Lincoln schools recently issued pink slips to 83 teachers. Bonter said depending on the number of retirement notices it receives and whether the state votes to reform the Michigan Public School Employees Retirement System, Lincoln may be able to return some of those teachers to the classroom.

Bonter added it's possible the teacher Lincoln needs to run its Spanish Immersion program could be in that group of pink-slipped teachers or within the district already, which would mean Lincoln could ask back one of its teachers and not hire a new one. She said because the Spanish Immersion program was just approved Monday, the details are now being worked out. Bonter said the program will be open to School of Choice students from outside the Lincoln school district.

The Board of Education voted 5-0 to move ahead with Spanish Immersion. Two trustees were absent.

Staff reporter Danielle Arndt covers K-12 education for Follow her on Twitter @DanielleArndt or email her at



Thu, May 24, 2012 : 4:47 a.m.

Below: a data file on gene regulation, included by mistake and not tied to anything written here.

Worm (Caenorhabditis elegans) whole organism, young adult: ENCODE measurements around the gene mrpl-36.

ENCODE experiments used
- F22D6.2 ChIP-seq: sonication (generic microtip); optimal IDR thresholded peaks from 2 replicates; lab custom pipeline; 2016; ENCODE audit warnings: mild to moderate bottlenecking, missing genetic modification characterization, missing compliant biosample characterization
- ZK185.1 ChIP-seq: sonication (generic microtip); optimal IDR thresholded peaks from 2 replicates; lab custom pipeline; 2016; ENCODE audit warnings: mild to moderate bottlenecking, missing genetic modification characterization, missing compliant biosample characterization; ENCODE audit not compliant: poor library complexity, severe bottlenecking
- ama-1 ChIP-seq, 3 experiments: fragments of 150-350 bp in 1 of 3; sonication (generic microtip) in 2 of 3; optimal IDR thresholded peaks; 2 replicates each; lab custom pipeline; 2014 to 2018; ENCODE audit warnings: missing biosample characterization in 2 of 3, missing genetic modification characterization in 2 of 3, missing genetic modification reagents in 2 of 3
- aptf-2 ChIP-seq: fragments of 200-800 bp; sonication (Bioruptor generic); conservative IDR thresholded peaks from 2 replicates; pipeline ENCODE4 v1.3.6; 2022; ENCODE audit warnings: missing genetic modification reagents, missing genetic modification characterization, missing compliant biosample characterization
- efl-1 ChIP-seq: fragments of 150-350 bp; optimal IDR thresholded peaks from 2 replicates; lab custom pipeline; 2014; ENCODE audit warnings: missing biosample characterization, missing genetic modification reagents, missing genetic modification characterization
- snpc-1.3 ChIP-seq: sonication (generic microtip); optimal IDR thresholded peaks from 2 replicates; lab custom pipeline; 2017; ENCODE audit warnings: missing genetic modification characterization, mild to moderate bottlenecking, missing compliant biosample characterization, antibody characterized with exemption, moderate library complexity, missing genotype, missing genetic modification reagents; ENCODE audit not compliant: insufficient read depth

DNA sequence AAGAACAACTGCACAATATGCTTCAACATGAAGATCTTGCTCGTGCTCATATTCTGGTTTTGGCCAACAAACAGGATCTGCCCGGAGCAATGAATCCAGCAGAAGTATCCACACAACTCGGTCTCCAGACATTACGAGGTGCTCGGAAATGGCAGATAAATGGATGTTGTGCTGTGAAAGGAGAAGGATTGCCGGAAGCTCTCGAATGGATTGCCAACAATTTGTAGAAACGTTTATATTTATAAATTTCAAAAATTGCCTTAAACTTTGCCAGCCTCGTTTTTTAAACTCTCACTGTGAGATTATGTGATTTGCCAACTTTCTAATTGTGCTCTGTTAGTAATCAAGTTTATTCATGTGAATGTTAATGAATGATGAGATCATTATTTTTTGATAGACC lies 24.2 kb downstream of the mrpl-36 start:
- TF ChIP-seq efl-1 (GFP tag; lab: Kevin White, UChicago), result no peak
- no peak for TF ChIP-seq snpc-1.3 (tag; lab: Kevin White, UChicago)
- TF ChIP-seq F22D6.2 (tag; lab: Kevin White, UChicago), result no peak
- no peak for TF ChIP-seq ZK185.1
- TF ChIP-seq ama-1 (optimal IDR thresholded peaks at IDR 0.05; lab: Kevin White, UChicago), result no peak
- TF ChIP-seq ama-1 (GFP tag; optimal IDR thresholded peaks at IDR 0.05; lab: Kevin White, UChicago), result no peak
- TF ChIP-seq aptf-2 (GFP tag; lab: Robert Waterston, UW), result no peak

I agree this is a nice program to offer. However, our board needs to also remember that they are in the process of dismantling a school and displacing 505 children for an alternative program(multi-age) of 274 students. They are going to be spending a lot of money on this but yet they still haven't confirmed whether or not they will be offering transportation to Childs for displaced Redner students...and won't even put it on the table for discussion until June. Yet they wanted parents to turn in their school preference forms by May 4th. So while they are trying to open up new programs to attract enrollment, they are also chasing people out because they aren't listening to parents' concerns about other issues....only the ones the board has a personal interest in. Also, Ms. Bonters' statement about Redner students being placed in their first school choice is not true. I know someone who got their 3rd choice(last) of schools. I also know of someone who said they weren't going to be returning to the district next year due to the decision of replacing Redner with the multi-age program..and they got a letter saying their child was placed in the new High Scope/Multi-Age school for next year. Wow they didn't win anybody back with that one. I'm sorry but it feels that this board has more interest with alternative programs than they do for traditional classroom teaching. Instead of attracting people they could also be deterring people away from the district when they do things like eliminat whole schools for alternative they did at Redner, in turn, displacing 505 students for a program of 274. Whose to say that the Spanish Immersion program won't eventually displace students. I wonder what the multi-age program will say when the Spanish Immersion program starts crowding their space at Redner. Offer the program but don't try to force it on people or they will only lose more students.